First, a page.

Two wild habitats on Chandrapur power plant's corridor

Wildlife areas in plant way
Oct. 21: The Chandrapur power plant authorities may have to seek a forest clearance since there are two wildlife areas within 10km of the project site.
The two wildlife habitats are Amchang and Pobitora wildlife sanctuaries.
According to the rules, any project that is proposed within a distance of 10km of a national park or wildlife sanctuary must obtain clearance from the standing committee of the National Board for Wildlife.
The 60MW thermal power project, which will now be run on coal, is being executed by the Imperial APGCL Power Limited — a joint venture company comprising Imperial Energy and Construction Private Limited, Imperial Fastners Private Limited, Intelli Mine Incorporated and Assam Power Generation Corporation Limited (APGCL).
The ministry of environment and forests had asked the project proponents to provide information about any national park, sanctuary or migratory routes within 10km radius of the project site.
Of the entire site area spread over about 314 square km, around 113.52 sq km is forest land (36.2 per cent). In fact, the environment impact assessment report prepared by GIS Enabled Environment and Neo-Graphic Centre is full of errors.
The executive summary of EIA report said, “There are no ecologically-sensitive receptors or endangered species within the 10km study area from the centre of the plant site.” The EIA also said wildlife like golden langur and spotted deer, among other animals, were recorded during the study period.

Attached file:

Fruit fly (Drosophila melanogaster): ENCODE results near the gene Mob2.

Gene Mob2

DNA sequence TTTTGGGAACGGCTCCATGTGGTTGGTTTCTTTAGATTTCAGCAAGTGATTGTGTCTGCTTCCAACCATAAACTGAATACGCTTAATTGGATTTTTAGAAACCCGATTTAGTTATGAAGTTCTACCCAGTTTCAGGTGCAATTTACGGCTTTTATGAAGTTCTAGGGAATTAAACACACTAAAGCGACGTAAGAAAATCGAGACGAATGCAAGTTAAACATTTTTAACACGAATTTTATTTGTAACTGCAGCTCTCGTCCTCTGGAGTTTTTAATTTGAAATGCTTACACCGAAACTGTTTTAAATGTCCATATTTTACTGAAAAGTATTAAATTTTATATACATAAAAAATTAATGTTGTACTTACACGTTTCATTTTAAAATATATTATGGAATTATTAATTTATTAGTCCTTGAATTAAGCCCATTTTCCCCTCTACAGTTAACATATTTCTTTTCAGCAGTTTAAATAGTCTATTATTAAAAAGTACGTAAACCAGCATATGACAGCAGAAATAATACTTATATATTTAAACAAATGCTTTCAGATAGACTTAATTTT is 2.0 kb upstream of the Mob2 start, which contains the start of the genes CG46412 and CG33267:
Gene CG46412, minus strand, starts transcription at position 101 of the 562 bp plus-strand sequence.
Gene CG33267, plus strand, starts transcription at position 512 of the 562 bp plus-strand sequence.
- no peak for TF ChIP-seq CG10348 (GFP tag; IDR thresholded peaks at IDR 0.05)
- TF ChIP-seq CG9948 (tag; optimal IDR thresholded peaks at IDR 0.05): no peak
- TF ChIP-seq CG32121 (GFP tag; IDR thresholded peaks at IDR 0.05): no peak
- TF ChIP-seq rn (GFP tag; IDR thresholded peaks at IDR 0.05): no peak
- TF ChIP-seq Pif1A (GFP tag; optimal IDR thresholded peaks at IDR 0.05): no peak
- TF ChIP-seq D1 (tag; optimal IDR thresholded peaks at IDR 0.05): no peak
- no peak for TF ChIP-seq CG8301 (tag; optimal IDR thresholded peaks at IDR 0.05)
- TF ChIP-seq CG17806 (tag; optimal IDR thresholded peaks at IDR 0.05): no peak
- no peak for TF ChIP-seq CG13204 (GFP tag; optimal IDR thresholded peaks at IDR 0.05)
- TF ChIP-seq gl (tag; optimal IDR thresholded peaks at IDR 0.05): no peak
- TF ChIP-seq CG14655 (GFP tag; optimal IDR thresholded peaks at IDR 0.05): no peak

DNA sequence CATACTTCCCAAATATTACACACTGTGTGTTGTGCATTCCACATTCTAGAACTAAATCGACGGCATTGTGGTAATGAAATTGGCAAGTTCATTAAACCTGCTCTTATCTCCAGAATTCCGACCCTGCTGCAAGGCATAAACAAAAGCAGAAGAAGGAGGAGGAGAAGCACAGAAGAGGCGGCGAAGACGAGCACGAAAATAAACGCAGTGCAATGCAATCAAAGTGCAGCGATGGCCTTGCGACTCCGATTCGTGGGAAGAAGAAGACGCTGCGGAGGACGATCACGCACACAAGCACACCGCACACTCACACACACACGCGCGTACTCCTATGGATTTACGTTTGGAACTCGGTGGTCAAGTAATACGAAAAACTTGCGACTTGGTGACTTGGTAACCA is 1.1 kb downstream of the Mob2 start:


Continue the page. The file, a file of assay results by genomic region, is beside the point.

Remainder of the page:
Aaranyak representatives, at the public hearing held today, said both Amchang and Pobitora wildlife sanctuaries were barely 2.5km from the plant site.
He said the EIA report was wrong in saying that golden langur and spotted deer were recorded in the study area. “It has been scientifically established that the study area has no record of golden langur and spotted deer. Our plea is that such wrong information should not go to the ministry of environment and forests for seeking clearance of the project,” said Ashok Dey, a senior member of Aaranyak.
The project implementers will also raise a greenbelt around the plant site, spread across about 23 acres, working out to be more than 33 per cent of total plant area. Trees will be selected based on the type of pollutants, their intensity, location, easy availability and suitability to the local climate.
Sources said generation from the 60MW Chandrapur thermal power station will start from January 2013 after reviving it by coal.


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